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The North-Central Region Research Alliance on Soybean Diseases accepts the 2023 National Excellence in Multistate Research Award

As a land-grant university, one of Purdue’s missions is to research relevant issues in agriculture and share that information with Indiana’s growers. Multistate research groups, like the North-Central Region Research Alliance on Soybean Diseases (NCERA-137), are created and supported by the Multistate Research Program to connect land-grant universities across the U.S. with agricultural research topics of importance. NCERA-137 has representatives from 14 different land-grant universities that collaborate on the study and management of soybean diseases.

Darcy Telenko, associate professor of plant pathology, has served as Purdue’s representative in NCERA-137 since her appointment at the university began in 2018. She served as the chair of NCERA-137 in 2020, and is also involved in the wheat, small grains, and corn disease multistate research groups. 

The NCERA-137 has won annual awards at the regional level for four years in a row. This year they received the honor of the 2023 National Excellence in Multistate Research Award from AgInnovation, the institution that organizes land-grant research in the U.S.

multistate-research-award-acceptance.jpgThe NCERA-137 group fosters collaborative research, compares ecological and epidemiological data and findings on changing production methods, monitors new and re-emerging diseases in soybeans and improves communication between researchers, extension faculty, and producers. Their work also helps generate uniform and accurate fungicide efficacy tables and disease loss calculators (available online through the Crop Protection Network) that growers use to inform their farm management.

“We can come to conclusions faster if we have multiple people running the same research trial across the region,” Telenko shared regarding the impact of the NCERA-137 team. “Information needed to better manage diseases may take an individual scientist many years to compile, whereas we can reach solid conclusions in less time when working as a team across the region.”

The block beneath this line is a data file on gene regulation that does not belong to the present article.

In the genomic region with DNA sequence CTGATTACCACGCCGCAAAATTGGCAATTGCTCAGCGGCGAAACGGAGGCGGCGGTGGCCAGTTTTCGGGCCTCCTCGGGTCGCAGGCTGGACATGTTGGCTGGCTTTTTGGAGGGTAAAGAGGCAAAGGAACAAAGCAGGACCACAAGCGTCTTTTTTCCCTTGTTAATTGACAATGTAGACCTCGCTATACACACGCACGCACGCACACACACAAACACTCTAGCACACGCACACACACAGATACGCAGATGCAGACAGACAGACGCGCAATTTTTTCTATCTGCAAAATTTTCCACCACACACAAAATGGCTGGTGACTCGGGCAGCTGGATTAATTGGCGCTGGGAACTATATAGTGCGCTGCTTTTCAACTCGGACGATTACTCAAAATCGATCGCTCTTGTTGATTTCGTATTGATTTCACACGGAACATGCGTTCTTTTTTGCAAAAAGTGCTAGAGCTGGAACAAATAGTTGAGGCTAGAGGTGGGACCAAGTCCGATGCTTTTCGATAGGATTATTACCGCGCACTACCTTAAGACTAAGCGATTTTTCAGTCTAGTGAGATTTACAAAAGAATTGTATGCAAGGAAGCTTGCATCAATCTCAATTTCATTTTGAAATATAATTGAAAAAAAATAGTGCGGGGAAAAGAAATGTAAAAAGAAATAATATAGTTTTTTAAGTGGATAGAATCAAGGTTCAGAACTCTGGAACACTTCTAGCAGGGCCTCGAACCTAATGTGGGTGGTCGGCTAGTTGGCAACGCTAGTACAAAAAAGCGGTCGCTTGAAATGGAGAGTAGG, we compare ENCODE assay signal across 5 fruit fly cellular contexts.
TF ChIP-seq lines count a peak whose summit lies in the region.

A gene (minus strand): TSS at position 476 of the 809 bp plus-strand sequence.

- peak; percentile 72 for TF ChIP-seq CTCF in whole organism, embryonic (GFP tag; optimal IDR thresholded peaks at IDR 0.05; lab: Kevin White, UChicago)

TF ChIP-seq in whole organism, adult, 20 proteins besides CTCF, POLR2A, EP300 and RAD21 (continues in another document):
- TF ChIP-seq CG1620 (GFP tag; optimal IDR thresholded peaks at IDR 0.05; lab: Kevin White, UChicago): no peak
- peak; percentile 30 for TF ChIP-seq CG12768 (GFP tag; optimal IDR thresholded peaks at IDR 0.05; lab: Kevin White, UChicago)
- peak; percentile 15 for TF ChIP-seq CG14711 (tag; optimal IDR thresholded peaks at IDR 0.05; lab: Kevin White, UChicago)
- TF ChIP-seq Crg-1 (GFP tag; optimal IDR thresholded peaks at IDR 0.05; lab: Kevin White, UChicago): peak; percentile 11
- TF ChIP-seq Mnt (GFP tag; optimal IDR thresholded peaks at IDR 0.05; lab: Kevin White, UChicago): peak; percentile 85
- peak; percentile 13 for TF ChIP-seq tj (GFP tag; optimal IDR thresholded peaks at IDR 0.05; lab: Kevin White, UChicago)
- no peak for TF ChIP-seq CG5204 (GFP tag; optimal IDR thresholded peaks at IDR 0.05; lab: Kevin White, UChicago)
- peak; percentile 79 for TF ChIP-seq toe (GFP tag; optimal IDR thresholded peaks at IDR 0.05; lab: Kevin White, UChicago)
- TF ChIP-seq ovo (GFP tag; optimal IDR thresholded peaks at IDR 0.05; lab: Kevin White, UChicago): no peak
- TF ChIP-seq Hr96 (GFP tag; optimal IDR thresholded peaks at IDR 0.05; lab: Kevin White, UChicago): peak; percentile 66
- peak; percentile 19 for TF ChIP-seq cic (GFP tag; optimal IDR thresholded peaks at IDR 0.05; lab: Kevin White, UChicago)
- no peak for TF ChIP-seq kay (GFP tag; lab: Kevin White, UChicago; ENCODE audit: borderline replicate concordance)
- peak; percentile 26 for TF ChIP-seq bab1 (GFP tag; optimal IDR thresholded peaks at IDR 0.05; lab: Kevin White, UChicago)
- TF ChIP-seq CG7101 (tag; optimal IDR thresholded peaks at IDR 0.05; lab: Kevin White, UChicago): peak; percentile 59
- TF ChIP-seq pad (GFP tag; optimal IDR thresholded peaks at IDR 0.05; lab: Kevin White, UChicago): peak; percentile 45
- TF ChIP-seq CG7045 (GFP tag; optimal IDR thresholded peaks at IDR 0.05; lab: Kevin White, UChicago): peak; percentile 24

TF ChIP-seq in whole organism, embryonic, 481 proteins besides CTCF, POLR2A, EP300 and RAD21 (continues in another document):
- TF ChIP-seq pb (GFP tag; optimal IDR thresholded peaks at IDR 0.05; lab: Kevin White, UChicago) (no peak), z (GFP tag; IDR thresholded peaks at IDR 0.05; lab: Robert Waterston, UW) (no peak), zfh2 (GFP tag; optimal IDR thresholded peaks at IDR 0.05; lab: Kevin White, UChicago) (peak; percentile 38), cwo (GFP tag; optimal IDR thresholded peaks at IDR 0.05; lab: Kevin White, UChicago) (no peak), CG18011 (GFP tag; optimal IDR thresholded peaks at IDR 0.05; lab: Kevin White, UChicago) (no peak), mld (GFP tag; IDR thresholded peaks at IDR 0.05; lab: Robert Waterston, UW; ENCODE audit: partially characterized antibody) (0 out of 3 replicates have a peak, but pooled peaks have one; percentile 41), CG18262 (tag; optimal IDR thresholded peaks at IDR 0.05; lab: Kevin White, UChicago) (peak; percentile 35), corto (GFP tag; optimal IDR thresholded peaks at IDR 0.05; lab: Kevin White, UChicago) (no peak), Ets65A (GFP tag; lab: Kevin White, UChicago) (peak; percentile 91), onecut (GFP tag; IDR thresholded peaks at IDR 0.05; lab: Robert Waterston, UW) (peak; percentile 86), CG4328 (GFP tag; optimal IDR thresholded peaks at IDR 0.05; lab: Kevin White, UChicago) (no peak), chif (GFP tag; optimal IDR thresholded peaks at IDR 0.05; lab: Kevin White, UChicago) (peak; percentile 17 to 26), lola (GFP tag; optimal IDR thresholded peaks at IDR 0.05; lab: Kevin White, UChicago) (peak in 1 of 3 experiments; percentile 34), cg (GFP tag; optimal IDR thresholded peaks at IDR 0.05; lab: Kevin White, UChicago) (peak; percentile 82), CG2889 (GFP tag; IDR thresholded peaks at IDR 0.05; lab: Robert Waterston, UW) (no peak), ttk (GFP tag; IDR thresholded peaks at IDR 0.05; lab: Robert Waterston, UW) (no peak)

This rapid response to diseases is especially important for new or emerging diseases. As climate change affects each season’s weather, where pathogens are successful at infecting crops also shifts. Telenko said that participating in NCERA-137 was particularly helpful to her extension research this year when red crown rot infected patches of soybeans in Indiana. Most Hoosier researchers and farmers have never dealt with this fungus. Telenko reached out to members of NCERA-137 in southern states where the pathogen is more common to learn from their data and ask for their advice in managing the disease.

Along with Daren Mueller and Loren Giesler, two other former chairs of NCERA-137, Telenko accepted the award on behalf of the group on Sept. 26 during a luncheon hosted by AgInnovation. 

Telenko explained that this award provides more than just recognition to her group. “The award provided 10,000 dollars in funding that can be used by the working group. It can bring us together for additional training to help develop priorities and set up research projects collaboratively between the different members.”

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